Redskins second year defensive end Jarvis Jenkins was weighted with high expectations on his shoulders as a rookie last year. He was blowing up plays in training camp (although considering it's our offensive line he was against, that shouldn't really surprise anyone), and looked as though he was on his way to winning the starting job over former first round pick of the St. Louis Rams, Adam Carriker. But Jenkins tore his ACL in the third preseason game against the Baltimore Ravens.
A year later, Jenkins is the one healthy. While the spotlight was on star linebacker Brian Orakpo, starting defensive end was also sidelined for the year after tearing his right quad. With that injury, the door has been opened for Jenkins to take the starting spot he so nearly won in his rookie season. In week three against the Bengals, Jenkins got his first taste of starting an NFL game.
What was immediately evident, was Jenkins ability against the run. Here's the first play of the Bengals second drive, starting backed up at their own goalline.
Jenkins does a good job getting his pad level lower than the offensive guard. He uses this leverage to hold the position as he keeps his eyes on the runner in the backfield.
Jenkins is able to use his leverage to manipulate his positioning. Once he recognizes the intention of the running back, Jenkins is able to shed the block and put himself in a position to make the play.
Jenkins is the first defender to make contact with the runner. He stops him in his tracks, and the Bengals gain very little on the play. It was this play that lead to Rob Jackson's interception on the next play. You can read more about Jackson's performance here.
While that play showed Jenkins patience and ability to hold his assignment, he also demonstrated that he could explode into the backfield and make plays there.
Jenkins gets a good initial punch of the guard and explodes inside to win the position.
He's able to shred the block without much trouble, all while keeping his eyes in the backfield.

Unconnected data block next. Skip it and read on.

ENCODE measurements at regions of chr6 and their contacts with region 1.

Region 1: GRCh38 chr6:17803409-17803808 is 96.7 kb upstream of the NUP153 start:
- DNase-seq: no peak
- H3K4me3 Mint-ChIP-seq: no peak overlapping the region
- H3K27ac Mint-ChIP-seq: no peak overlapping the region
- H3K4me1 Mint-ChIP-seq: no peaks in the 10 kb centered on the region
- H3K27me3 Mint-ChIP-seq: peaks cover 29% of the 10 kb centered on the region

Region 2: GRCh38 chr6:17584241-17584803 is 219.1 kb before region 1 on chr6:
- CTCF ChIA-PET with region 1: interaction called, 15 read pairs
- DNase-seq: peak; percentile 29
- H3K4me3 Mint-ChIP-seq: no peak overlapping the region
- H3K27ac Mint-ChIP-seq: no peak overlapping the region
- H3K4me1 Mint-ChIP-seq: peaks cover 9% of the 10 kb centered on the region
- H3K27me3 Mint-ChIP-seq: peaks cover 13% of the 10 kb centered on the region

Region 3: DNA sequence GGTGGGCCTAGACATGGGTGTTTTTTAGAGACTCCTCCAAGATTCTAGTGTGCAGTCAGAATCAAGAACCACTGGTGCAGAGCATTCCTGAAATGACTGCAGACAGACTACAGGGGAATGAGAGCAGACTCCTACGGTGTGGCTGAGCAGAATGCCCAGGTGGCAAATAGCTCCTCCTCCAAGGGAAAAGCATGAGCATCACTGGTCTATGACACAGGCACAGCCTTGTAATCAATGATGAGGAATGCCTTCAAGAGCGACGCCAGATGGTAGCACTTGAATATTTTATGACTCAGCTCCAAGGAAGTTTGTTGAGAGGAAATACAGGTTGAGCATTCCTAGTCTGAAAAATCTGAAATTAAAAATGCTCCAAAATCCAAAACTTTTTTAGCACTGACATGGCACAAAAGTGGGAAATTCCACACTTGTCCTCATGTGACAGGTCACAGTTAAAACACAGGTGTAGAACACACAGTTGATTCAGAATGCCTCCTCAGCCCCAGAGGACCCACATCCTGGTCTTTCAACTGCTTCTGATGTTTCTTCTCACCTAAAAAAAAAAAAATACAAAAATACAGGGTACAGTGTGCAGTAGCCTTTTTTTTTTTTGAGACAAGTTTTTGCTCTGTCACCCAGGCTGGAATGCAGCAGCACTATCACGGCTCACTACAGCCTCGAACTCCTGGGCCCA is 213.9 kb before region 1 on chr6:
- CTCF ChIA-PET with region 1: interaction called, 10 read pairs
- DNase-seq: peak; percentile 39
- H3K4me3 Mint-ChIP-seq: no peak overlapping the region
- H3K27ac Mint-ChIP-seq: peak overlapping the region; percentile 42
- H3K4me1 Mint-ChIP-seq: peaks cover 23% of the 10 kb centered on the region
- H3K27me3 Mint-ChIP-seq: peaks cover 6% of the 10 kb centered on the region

Jenkins makes a diving effort after separating from his block. He manages to catch on to the leg of the runner and is helped in bringing him down for no gain.
Jenkins was occasionally moved inside to nose tackle on some snaps to give Barry Cofield a play or two off. He displayed potential to play the position effectively when needed.
Here Jenkins allows the blocker to move him back slightly. But Jenkins is keeping him at arms length and has his eyes on the runner.
As soon as the running back appears in the area, Jenkins sheds the block and attacks the ball carrier. His position is also spot on. With another defender plugging the hole, Jenkins cuts off any potential cut-back lane for the runner.
It was actually from the nose tackle position that Jenkins was most effective in rushing the passer.
Here the Redskins run a stunt. Jenkins crashes to the center's left, creating a hole for the stunt defender to attack.
Jenkins gets a strong initial push on the center, forcing the attention of the left guard to move over and help out. Crucially to the play, it gives Ryan Kerrigan a one on one match up on the left tackle, and opens up a gap between the left tackle and left guard.
The left guard and center double team manages to push Jenkins back, but the damage has already been done. Kerrigan was too good for the left tackle to handle on his own, but the left guard couldn't help because he was already occupied. The sack was credited to Kerrigan and Chris Wilson, but Jenkins had a big role to play.
Unfortunately that was about the only play that Jenkins was effective when rushing the passer. When moved back to his normal position of defensive end, Jenkins failed to get much penetration, even when he was blocked one on one.
On this play, Jenkins appears to be reaching for his blocker, rather than striding into him. It draws questions of exactly how much he trusts his knee after suffering that big ACL tear last year.
Jenkins attempts to force his way inside, but the guard is easily able to adjust and slide across.
He gets held up at around the original line of scrimmage, and his threat has effectively been negated as the ball is about to be thrown.
It was a solid start for Jenkins. Clearly he has a good foundation to build from, but there is still a lot of work to be done. I get the feeling that he is still thinking about the knee when rushing the passer, which negatively impacts his rushing ability. Once he fully trusts his knee and stops thinking about it, I think we'll see his abilities in the run game translate to his pass rushing efforts.